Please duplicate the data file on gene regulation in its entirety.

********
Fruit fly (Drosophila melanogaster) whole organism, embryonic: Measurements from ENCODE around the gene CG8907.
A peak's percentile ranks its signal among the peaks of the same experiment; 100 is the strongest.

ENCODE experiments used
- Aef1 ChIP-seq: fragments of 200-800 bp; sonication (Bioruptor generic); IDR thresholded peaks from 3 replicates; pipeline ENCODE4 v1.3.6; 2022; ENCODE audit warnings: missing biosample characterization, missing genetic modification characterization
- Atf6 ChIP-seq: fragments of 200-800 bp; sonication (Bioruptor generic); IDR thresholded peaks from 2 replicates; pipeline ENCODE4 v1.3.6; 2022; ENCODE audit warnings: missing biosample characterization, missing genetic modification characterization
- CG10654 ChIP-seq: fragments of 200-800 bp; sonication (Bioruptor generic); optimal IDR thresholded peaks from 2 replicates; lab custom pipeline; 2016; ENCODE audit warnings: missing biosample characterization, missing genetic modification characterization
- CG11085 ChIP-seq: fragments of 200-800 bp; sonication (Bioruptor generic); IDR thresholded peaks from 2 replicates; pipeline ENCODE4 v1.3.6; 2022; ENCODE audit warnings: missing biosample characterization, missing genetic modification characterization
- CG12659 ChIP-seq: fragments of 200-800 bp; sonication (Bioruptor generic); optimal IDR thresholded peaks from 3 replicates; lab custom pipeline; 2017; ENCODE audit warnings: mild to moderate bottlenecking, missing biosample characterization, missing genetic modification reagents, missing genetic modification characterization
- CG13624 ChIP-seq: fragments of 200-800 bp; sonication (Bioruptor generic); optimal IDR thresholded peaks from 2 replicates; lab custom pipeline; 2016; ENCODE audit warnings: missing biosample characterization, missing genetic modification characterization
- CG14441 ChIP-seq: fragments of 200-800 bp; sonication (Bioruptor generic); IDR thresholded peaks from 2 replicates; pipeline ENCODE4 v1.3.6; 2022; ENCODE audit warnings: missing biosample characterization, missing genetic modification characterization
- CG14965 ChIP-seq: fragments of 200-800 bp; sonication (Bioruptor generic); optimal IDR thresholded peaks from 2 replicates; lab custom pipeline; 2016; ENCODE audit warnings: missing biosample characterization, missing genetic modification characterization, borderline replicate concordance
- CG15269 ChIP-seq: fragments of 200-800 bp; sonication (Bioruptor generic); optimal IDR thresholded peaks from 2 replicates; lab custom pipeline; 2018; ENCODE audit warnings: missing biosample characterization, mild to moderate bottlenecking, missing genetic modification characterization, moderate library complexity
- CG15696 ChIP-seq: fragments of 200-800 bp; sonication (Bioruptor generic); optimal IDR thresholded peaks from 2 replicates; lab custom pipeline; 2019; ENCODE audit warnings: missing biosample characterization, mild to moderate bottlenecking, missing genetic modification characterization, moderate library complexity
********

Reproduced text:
Fruit fly (Drosophila melanogaster) whole organism, embryonic: Measurements from ENCODE around the gene CG8907.
A peak's percentile ranks its signal among the peaks of the same experiment; 100 is the strongest.

ENCODE experiments used
- Aef1 ChIP-seq: fragments of 200-800 bp; sonication (Bioruptor generic); IDR thresholded peaks from 3 replicates; pipeline ENCODE4 v1.3.6; 2022; ENCODE audit warnings: missing biosample characterization, missing genetic modification characterization
- Atf6 ChIP-seq: fragments of 200-800 bp; sonication (Bioruptor generic); IDR thresholded peaks from 2 replicates; pipeline ENCODE4 v1.3.6; 2022; ENCODE audit warnings: missing biosample characterization, missing genetic modification characterization
- CG10654 ChIP-seq: fragments of 200-800 bp; sonication (Bioruptor generic); optimal IDR thresholded peaks from 2 replicates; lab custom pipeline; 2016; ENCODE audit warnings: missing biosample characterization, missing genetic modification characterization
- CG11085 ChIP-seq: fragments of 200-800 bp; sonication (Bioruptor generic); IDR thresholded peaks from 2 replicates; pipeline ENCODE4 v1.3.6; 2022; ENCODE audit warnings: missing biosample characterization, missing genetic modification characterization
- CG12659 ChIP-seq: fragments of 200-800 bp; sonication (Bioruptor generic); optimal IDR thresholded peaks from 3 replicates; lab custom pipeline; 2017; ENCODE audit warnings: mild to moderate bottlenecking, missing biosample characterization, missing genetic modification reagents, missing genetic modification characterization
- CG13624 ChIP-seq: fragments of 200-800 bp; sonication (Bioruptor generic); optimal IDR thresholded peaks from 2 replicates; lab custom pipeline; 2016; ENCODE audit warnings: missing biosample characterization, missing genetic modification characterization
- CG14441 ChIP-seq: fragments of 200-800 bp; sonication (Bioruptor generic); IDR thresholded peaks from 2 replicates; pipeline ENCODE4 v1.3.6; 2022; ENCODE audit warnings: missing biosample characterization, missing genetic modification characterization
- CG14965 ChIP-seq: fragments of 200-800 bp; sonication (Bioruptor generic); optimal IDR thresholded peaks from 2 replicates; lab custom pipeline; 2016; ENCODE audit warnings: missing biosample characterization, missing genetic modification characterization, borderline replicate concordance
- CG15269 ChIP-seq: fragments of 200-800 bp; sonication (Bioruptor generic); optimal IDR thresholded peaks from 2 replicates; lab custom pipeline; 2018; ENCODE audit warnings: missing biosample characterization, mild to moderate bottlenecking, missing genetic modification characterization, moderate library complexity
- CG15696 ChIP-seq: fragments of 200-800 bp; sonication (Bioruptor generic); optimal IDR thresholded peaks from 2 replicates; lab custom pipeline; 2019; ENCODE audit warnings: missing biosample characterization, mild to moderate bottlenecking, missing genetic modification characterization, moderate library complexity